Cell study links iron to certain cancer markers

By Tim Cutcliffe contact

- Last updated on GMT

Ferric citrate and ferric EDTA, are often used in dietary supplements and as a food additive respectively, in worldwide markets including the USA and the EU. (Picture credit: Yen Strandqvist/Chalmers University of Technology)
Ferric citrate and ferric EDTA, are often used in dietary supplements and as a food additive respectively, in worldwide markets including the USA and the EU. (Picture credit: Yen Strandqvist/Chalmers University of Technology)
The increased formation of a known biomarker for colon cancer has been linked to two forms of iron in commonly used supplements, say researchers.

The cell line study found increased levels of a recognised cancer biomarker known as amphiregulin when human colon cancer cells were treated with ferric citrate and ferric ETDA (ethylenediaminetetraacetic acid) in laboratory conditions.

According to the team - a collaboration between Chalmers University, Gothenburg, the UK Medical Research Council and Cambridge University - the effect occurred even at low doses of the two ferric compounds.

However, as no increase in amphiregulin was found using ferrous sulphate, said the researchers who emphasised that the potential carcinogenic effect was not due to iron itself.

"We can conclude that ferric citrate and ferric EDTA might be carcinogenic, as they both increase the formation of amphiregulin, a known cancer marker most often associated with long-term cancer with poor prognosis,"​ commented first author Nathalie Scheers, Assistant Professor at Chalmers University of Technology.


Previous mouse studies have shown that the two ferric compounds increase the formation of tumours in mice with colon cancer. The researchers therefore wanted to identify whether iron citrate and iron EDTA had the same effect in human colon cancer cells.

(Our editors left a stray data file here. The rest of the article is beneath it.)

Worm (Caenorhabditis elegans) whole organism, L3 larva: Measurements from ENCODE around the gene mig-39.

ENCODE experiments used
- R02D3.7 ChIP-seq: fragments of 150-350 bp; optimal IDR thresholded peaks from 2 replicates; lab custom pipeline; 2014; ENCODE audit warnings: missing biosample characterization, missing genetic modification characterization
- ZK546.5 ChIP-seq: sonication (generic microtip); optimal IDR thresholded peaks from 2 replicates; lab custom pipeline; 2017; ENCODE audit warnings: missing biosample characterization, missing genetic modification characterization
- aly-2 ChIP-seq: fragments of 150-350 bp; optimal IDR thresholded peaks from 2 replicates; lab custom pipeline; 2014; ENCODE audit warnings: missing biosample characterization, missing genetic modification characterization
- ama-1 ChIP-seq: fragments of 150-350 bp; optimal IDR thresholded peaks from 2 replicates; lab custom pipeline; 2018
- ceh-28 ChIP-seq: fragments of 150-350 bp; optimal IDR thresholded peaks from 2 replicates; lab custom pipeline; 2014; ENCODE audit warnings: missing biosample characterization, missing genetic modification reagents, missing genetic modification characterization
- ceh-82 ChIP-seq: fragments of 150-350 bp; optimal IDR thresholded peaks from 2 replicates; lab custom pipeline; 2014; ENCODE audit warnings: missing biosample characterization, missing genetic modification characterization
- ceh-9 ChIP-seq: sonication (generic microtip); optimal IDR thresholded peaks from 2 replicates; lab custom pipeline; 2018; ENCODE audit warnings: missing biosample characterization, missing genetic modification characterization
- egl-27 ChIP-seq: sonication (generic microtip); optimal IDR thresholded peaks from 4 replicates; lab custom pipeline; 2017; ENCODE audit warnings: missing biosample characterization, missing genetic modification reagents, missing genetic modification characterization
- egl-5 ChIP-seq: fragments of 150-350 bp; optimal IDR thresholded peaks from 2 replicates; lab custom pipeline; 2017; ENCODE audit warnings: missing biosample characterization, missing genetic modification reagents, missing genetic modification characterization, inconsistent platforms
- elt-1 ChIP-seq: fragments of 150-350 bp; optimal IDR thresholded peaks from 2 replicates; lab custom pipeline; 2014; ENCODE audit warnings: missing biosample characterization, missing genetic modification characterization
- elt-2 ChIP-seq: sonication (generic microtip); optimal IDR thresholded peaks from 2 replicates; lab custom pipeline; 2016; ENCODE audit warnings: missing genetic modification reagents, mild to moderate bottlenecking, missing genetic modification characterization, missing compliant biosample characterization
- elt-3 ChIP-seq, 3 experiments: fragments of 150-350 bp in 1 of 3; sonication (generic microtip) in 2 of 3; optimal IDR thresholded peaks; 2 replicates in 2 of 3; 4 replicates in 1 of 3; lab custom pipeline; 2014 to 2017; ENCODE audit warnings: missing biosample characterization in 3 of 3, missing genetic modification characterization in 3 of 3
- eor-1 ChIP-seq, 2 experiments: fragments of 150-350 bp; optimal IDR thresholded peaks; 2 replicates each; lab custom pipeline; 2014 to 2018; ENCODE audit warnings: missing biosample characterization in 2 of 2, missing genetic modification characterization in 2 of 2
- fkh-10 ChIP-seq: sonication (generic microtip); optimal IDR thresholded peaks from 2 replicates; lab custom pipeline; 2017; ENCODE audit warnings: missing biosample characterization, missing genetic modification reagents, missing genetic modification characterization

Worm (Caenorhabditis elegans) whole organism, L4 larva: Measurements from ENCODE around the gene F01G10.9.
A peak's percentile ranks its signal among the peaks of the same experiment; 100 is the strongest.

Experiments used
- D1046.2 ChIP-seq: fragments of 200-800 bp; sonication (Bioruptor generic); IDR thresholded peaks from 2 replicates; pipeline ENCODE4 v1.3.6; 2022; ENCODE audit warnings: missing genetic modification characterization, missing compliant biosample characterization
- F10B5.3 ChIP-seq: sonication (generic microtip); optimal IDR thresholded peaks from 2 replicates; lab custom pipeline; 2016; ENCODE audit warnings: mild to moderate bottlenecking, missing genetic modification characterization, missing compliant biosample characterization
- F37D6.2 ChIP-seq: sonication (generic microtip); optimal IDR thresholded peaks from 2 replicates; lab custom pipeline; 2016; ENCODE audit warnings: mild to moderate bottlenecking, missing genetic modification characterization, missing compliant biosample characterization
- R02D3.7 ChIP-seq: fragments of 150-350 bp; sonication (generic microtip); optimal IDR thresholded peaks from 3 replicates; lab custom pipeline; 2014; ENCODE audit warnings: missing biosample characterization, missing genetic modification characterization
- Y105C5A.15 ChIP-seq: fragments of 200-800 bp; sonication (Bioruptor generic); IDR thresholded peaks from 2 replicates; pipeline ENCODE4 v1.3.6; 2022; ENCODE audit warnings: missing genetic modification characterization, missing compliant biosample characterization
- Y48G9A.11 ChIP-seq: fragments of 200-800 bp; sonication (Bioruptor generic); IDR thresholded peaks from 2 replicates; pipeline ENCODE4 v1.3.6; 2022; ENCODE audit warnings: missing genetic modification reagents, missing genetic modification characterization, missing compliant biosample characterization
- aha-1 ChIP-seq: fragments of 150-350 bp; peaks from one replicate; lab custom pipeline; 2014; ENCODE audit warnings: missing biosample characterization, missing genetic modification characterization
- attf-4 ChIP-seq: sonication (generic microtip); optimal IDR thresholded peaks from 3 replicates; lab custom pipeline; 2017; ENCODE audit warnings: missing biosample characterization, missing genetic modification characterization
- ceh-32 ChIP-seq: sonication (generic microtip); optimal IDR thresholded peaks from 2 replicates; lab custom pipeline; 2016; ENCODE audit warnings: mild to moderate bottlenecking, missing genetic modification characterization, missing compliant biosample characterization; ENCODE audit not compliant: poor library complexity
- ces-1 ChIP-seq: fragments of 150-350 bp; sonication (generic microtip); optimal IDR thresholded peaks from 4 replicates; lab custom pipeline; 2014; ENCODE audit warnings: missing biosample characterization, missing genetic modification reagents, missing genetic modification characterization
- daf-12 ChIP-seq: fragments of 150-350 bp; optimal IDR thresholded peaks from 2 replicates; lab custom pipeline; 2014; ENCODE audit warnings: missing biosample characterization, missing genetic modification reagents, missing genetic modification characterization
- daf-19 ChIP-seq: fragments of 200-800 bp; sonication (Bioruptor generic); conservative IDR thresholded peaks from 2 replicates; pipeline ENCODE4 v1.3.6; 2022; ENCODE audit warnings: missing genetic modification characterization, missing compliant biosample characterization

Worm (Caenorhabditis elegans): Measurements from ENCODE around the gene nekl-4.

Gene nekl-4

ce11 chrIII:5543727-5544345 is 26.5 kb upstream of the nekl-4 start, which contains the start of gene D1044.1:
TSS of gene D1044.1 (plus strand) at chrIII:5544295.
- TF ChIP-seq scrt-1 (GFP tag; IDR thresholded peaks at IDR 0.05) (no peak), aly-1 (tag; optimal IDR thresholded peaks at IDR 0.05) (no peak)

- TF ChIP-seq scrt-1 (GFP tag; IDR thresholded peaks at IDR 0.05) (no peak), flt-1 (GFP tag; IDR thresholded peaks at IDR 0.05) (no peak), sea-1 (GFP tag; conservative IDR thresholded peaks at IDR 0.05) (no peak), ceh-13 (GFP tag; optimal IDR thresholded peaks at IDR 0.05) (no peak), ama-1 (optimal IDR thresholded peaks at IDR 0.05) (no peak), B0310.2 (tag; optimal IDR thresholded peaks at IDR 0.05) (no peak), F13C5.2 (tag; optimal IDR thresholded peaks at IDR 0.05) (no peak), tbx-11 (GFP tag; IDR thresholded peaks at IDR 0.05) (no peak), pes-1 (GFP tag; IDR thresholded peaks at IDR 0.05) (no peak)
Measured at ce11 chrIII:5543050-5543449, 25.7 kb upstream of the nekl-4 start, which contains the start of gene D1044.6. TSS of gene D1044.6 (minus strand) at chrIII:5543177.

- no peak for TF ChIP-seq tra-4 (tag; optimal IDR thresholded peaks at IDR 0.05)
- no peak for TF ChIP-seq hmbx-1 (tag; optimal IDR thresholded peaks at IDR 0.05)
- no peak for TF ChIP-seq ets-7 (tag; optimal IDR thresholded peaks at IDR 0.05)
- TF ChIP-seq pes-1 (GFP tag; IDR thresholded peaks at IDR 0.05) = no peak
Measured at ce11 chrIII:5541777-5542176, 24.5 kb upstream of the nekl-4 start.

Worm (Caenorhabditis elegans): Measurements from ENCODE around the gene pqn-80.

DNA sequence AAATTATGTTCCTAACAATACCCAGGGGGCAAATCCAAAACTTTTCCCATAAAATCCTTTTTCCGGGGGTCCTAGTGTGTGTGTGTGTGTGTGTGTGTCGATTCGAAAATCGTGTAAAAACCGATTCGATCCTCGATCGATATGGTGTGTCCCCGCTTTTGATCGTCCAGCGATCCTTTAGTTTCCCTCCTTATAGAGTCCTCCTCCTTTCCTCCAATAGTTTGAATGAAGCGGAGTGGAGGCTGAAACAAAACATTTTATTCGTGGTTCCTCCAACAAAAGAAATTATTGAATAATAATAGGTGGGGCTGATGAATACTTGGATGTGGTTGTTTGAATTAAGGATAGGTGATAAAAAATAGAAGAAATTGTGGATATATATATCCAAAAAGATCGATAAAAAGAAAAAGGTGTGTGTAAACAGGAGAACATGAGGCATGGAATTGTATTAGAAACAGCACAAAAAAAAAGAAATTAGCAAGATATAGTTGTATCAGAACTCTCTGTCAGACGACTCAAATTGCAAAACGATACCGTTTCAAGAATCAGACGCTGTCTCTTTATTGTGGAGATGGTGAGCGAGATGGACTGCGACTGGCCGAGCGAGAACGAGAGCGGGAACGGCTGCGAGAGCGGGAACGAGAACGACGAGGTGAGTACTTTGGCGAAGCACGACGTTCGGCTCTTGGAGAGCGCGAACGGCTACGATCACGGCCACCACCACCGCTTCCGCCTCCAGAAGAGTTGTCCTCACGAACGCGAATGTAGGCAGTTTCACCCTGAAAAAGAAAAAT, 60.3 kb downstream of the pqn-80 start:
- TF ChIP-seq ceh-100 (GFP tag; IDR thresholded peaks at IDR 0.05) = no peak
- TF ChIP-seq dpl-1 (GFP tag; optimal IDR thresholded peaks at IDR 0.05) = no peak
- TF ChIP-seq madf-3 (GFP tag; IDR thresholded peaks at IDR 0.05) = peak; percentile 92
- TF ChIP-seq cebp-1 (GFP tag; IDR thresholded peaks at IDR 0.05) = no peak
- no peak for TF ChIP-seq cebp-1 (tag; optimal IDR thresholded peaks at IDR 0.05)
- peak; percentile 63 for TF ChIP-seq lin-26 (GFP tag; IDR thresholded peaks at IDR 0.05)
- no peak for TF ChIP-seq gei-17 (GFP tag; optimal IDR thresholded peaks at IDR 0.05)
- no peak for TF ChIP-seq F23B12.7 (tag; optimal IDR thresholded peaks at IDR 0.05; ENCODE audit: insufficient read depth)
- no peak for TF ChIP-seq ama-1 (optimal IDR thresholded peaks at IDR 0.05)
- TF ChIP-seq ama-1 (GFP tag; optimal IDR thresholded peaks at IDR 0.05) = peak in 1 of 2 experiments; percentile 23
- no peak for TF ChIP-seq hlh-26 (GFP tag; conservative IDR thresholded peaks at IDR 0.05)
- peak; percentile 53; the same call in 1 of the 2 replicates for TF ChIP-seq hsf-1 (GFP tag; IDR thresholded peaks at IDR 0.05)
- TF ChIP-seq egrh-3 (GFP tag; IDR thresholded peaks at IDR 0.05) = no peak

Ferric citrate has been marketed as gentler on the stomach and more bioavailable than ferrous sulphate, the most common supplementary form of iron. Ferric EDTA is used globally in iron-fortified foods and in some countries in medicines to treat iron deficiency.

Although the study is preliminary, the findings warrant further scrutiny of safe oral iron use, the researchers emphasised.

"First, we must bear in mind that the study was done on human cancer cells cultured in the laboratory, since it would be unethical to do it in humans. But, the possible mechanisms and effects observed still call for caution. They must be further investigated," ​said Scheers.

"At the moment, people should still follow recommended medical advice. As a researcher, I cannot recommend anything: - that advice needs to come from the authorities. But speaking personally, if I needed an iron supplement, I would try to avoid ferric citrate,"​ she added.

Type of iron critical

"Many stores and suppliers don't actually state what kind of iron compound is present - even in pharmacies. Usually it just says 'iron' or 'iron mineral', which is problematic for consumers​," explained Scheers.

The importance of differentiating between different types of iron is therefore essential.

“Most importantly, researchers and authorities need to start to distinguish between this form of iron and that form of iron. We need to consider that different forms can have different biological effects,"​ Scheers concluded.

Source: Oncotarget
Volume 9, pages 17066-17077, published online, doi: 10.18632/oncotarget.24899
“Ferric citrate and ferric EDTA but not ferrous sulfate drive amphiregulin-mediated activation of the MAP kinase ERK in gut epithelial cancer cells”
Authors: Nathalie M. Scheers, Dora I.A. Pereira, Nuno Faria and Jonathan J. Powel

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